The United States and the international community remain committed to maintaining pressure on the Iranian regime until it fully addresses concerns about its nuclear program. That’s why today I am pleased to announce that China, India, Malaysia, Republic of Korea, Singapore, South Africa, Sri Lanka, Turkey, and Taiwan have again qualified for an exception to sanctions outlined in Section 1245 of the National Defense Authorization Act (NDAA) for Fiscal Year 2012, based on additional reductions in the volume of their crude oil purchases from Iran. As a result, I will report to the Congress that exceptions to sanctions pursuant to Section 1245 of the NDAA for certain transactions will apply to the financial institutions based in these countries for a potentially renewable period of 180 days.
A total of 20 countries and economies have continued to significantly reduce the volume of their crude oil purchases from Iran. According to the latest U.S. Energy Information Administration report to Congress, Iran’s oil production fell by one million barrels per day in September and October 2012, compared to the same period in 2011. This has reduced Iran’s export volumes and oil revenues, which fund not only the nuclear program but its support for terror and destabilizing actions in the region. The message to the Iranian regime from the international community is clear: take concrete actions to satisfy the concerns of the international community through negotiations with the P5+1, or face increasing isolation and pressure.
Statement by the Press Secretary on the Presidential Determination Pursuant to Section 1245(d)(4)(B) and (C) of the National Defense Authorization Act for Fiscal Year 2012
Today the President made the determination required under Section 1245(d)(4)(B) and (C) of the National Defense Authorization Act for Fiscal Year 2012 regarding the supply of petroleum and petroleum products from countries other than Iran.
The analysis contained in the Energy Information Administration’s report of October 25, 2012, indicates that although production disruptions continue to remove some oil from the market and the international response to concerns about Iran’s nuclear activities may have increased demand for non-Iranian crude oil, production increases in other countries and weaker demand growth overall have mitigated oil market tightness to a degree.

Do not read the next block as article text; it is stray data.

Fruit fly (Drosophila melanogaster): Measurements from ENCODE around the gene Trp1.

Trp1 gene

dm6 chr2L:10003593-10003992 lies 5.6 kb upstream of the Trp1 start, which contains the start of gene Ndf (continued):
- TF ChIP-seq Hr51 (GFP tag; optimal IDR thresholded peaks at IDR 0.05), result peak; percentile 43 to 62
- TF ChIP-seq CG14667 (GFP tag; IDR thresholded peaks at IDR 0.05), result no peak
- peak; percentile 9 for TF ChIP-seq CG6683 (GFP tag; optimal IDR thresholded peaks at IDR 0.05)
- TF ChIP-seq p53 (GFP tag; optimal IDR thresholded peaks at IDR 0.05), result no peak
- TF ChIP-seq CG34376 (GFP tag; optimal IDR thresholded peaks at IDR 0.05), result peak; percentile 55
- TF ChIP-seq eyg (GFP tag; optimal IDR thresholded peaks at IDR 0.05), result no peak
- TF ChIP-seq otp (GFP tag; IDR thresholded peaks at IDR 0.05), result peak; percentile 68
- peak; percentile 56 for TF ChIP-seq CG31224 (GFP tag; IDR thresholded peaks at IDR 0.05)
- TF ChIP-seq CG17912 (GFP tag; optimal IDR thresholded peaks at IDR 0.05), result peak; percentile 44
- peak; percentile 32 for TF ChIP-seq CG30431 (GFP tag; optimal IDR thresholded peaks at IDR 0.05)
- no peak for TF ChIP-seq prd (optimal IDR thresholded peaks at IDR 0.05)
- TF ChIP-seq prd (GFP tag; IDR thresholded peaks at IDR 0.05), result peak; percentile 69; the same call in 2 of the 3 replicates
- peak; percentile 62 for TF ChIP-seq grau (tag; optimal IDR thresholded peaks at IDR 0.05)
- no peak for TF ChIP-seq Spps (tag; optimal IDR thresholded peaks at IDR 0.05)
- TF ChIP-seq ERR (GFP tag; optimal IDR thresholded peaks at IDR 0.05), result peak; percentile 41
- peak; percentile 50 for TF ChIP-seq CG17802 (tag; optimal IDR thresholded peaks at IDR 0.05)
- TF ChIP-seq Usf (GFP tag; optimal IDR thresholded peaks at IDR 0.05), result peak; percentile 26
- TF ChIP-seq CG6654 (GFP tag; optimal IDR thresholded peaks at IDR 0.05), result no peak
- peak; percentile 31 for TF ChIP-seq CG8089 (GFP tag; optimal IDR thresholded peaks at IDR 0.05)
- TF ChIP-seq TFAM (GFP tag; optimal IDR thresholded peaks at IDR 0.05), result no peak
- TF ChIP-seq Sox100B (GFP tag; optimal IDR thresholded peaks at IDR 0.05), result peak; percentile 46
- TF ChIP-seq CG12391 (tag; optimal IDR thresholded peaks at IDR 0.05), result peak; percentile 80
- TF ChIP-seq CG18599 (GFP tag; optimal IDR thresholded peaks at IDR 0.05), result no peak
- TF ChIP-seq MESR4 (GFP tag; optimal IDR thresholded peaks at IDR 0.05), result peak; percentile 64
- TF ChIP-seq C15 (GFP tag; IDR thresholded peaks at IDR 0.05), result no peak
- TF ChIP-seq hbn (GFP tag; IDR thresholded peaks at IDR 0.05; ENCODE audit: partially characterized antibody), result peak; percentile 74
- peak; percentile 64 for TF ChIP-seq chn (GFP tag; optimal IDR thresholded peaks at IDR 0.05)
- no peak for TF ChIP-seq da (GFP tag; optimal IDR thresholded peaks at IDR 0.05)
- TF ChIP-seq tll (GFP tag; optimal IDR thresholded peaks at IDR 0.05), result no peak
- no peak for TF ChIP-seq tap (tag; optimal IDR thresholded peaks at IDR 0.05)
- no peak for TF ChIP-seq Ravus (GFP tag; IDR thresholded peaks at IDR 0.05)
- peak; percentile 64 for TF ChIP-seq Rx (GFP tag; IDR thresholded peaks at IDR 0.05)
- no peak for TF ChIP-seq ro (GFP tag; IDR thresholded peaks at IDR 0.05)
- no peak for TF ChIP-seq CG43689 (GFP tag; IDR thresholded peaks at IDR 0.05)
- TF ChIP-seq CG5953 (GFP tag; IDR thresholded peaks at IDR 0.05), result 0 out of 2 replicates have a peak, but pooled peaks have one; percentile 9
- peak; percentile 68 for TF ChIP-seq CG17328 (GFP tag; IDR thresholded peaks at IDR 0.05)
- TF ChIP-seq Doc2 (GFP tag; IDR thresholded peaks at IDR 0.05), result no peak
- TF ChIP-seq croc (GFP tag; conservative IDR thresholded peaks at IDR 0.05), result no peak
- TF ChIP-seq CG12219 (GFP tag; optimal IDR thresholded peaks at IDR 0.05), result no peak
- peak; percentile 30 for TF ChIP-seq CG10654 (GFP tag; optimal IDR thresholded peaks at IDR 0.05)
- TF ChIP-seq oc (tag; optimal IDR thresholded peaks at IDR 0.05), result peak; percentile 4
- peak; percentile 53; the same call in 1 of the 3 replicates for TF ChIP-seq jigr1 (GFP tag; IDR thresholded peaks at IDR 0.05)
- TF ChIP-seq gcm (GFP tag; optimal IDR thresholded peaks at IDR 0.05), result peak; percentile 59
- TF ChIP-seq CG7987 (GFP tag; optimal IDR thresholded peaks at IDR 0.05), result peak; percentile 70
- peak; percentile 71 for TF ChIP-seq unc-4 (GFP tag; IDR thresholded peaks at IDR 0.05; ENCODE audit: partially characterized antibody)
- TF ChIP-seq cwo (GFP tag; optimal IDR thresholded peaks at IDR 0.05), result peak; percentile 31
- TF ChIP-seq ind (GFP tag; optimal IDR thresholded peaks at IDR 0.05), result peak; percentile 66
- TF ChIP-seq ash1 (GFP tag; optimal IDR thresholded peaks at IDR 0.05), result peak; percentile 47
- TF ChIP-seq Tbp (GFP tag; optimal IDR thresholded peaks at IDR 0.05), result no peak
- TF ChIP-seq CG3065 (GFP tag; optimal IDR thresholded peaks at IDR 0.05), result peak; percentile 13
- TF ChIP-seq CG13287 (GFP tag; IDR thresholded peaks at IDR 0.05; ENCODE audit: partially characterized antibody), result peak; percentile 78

There currently appears to be sufficient supply of non-Iranian oil to permit foreign countries to significantly reduce their import of Iranian oil, taking into account current estimates of demand, increased production by countries other than Iran, inventories of crude oil and petroleum products, and available strategic petroleum reserves. In this context, it is notable that many purchasers of Iranian crude oil have reduced their purchases or announced they are in productive discussions with alternative suppliers.
On December 7, the State Department warned that U.S. citizens may be subject to “harassment or arrest while traveling or residing in Iran.” Dual national Iranian-Americans could face additional obstacles because Tehran does not recognize their American citizenship. The following is an excerpt from the travel warning.
The Department of State warns U.S. citizens to carefully consider the risks of travel to Iran. Dual national Iranian-American citizens may encounter difficulty in departing Iran. U.S. citizens should stay current with media coverage of local events and carefully consider nonessential travel. This replaces the Travel Warning for Iran issued April 27, 2012 to add additional contact information for the U.S. Interests Section in Tehran.
The U.S. government does not have diplomatic or consular relations with the Islamic Republic of Iran and therefore cannot provide protection or routine consular services to U.S. citizens in Iran. The Swiss government, acting through its Embassy in Tehran, serves as protecting power for U.S. interests in Iran. The range of consular services provided by the U.S. Interests Section at the Swiss Embassy is limited and may require significantly more processing time than at U.S. Embassies or Consulates. The Iranian government does not recognize dual citizenship and will not allow the Swiss to provide protective services for U.S. citizens who are also Iranian nationals.
The Islamists Are Coming
The Islamists Are Coming, edited by Robin Wright, surveys the rise of Islamist groups in the wake of the Arab Spring. Often lumped together, the more than 50 Islamist parties with millions of followers now constitute a whole new spectrum—separate from either militants or secular parties. They will shape the new order in the world’s most volatile region more than any other political bloc. Yet they have diverse goals and different constituencies. Sometimes they are even rivals.